I had a feeling the goldfish bowl post will lure out some wild Betta Warriors. I had to test the tall grass. See how common and aggressive these creatures are. Keep in mind this blog is my opinion. Not UltimateBettas. You can take it or leave it. Don’t like what I say? Well, you have every right to block me. I will take no offense. Sending anonymous messages of “YOU ARE WRONG BETTAS SHOULD BE IN 10 GALLON TANKSBLEHBLEHBLURBLEH YOU ARE AN IDIOT” are lovingly deleted. Anyone is free to dispute any of my other points in a mature fashion. In fact I encourage it. Just no bettas. I only stress this about bettas because for some reason they have the most obnoxious crusaders. People have very strong opinions on what bettas should be housed in. Our opinions will not change. I have no time for arguments that go nowhere. It’s like arguing religion!! I’ve co-run sites that were destroyed by these people. It’s mind boggling.
Thanks for hearing me out. This should be the only post like this for this is the most serious issue that’ll impact this blog. (this, this, this)
Definition: Betta Warrior (noun)
1. An individual who is viciously tenacious in sharing their opinion of what a betta should live in. Usually cause epic flame wars and personal army floods. They believe their opinion is law and become highly agitated when their opinions are disputed. Have been known to hack and destroy sites that don’t share their views.
Synonyms: Drama, PETA
Figure 1. Betta Warriors using their “personal army” tactic.
I was thinking maybe the turbidity prevented the algae from growing but I do remember having algae form in front of even my most powerful filters (aquaclear 500/magnum 350) if I left it there long enough. Nothing major, though. I guess it never worked with me, but if it works for you it might work for someone else. I really want to experiment with that. Thanks for the tip!
Oh and I forgot to add, I have 6 goldfish in an 80 gallon tank. Double Filtration and around 30% water changes weekly
Hmm, your tank isn’t overstocked, sounds like it has good filtration, and you do a healthy amount of water changes. Interesting. I would reduce feeding amounts a tad and clean the filter media more often. I recommend at least once a month. In the past I used green algae blooms to signify filters need to be cleaned. If you’re not overfeeding and keeping the filter media clean try reducing the time the lights are on. If that fails try testing the water with a phosphate testing kit. If phosphates are high there’s phosphate absorbing media you can add to your filter. As I said in the previous post, these phosphate things make pH plummet and need to be changed frequently. The last resort would be adding algae eating fish. In a 90g tank with goldfish I’d recommend Rubber-lipped Plecos and Bristlenose Plecos. If none of that works… Sometimes green algae is just unavoidable and can be removed manually. At least it isn’t the dreaded beard algae.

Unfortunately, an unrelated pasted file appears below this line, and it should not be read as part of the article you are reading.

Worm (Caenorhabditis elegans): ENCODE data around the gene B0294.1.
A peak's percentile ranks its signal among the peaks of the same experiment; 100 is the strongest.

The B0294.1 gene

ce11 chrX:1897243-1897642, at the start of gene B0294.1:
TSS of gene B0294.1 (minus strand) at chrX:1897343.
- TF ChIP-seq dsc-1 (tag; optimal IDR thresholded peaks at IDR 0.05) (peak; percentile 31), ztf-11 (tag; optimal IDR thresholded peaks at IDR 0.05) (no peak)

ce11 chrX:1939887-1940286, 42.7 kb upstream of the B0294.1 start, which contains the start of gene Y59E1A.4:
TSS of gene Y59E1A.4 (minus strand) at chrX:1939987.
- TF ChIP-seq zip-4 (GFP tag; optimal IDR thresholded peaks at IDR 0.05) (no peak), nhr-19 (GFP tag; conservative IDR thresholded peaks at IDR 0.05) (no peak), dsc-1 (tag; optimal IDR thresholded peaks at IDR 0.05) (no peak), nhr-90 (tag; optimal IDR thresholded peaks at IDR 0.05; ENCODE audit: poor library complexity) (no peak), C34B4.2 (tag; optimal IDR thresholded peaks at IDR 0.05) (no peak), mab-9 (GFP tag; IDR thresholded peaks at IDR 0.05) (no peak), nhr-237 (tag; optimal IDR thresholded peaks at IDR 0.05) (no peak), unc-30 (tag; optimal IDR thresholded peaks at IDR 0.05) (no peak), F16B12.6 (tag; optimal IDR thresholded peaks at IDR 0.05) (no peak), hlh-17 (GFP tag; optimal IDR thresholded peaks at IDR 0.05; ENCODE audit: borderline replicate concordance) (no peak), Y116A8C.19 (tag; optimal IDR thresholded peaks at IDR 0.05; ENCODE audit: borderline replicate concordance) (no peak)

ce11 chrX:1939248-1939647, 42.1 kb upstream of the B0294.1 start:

Hope this helps!
Brown algae can be caused by a number of things. I’ve found that low light and high levels of nitrate really triggers it. When I used to keep Discus (they really like low light) I was always plagued by the stuff. It can also be caused by high silicates found in certain tap water but this is often not the case in most algae blooms. I would increase the duration or level of lighting and test the water for abnormalities.
Otos are the only fish I have observed eating brown algae. Which is wonderful since they stay small and aren’t heavy waste producers like Plecos. However, the problem with using fish as algae control is that they are incredibly lazy when it comes to doing their job. All algae eaters from catfish to Siamese Algae Eaters would rather eat fish flakes or other sources of food than algae. Extracting nourishment from algae is very inefficient and time consuming so they’d rather be eating those convenient, tasty flakes meant for other fish. This is especially a problem with Chinese Algae Eaters and most Plecos. In the end, most algae eaters lose their interest in algae when they get over 4”-5” in size.
Using Otos in conjunction with controlling nitrate/ light levels should keep brown algae at bay. Manually removing the algae can help too. If the case is really severe, adding afflicted aquarium decor to a bucket with a little bleach is very affective. Be sure to thoroughly wash the items to prevent getting bleach in the tank. That would be awful. If the algae is still an issue even though your water parameters are perfect, light levels aren’t too low, fish added etc., I would try adding a silicate removing media to your filter. Be cautious with them as they can reduce pH and they need frequent changing.
Hope this helps!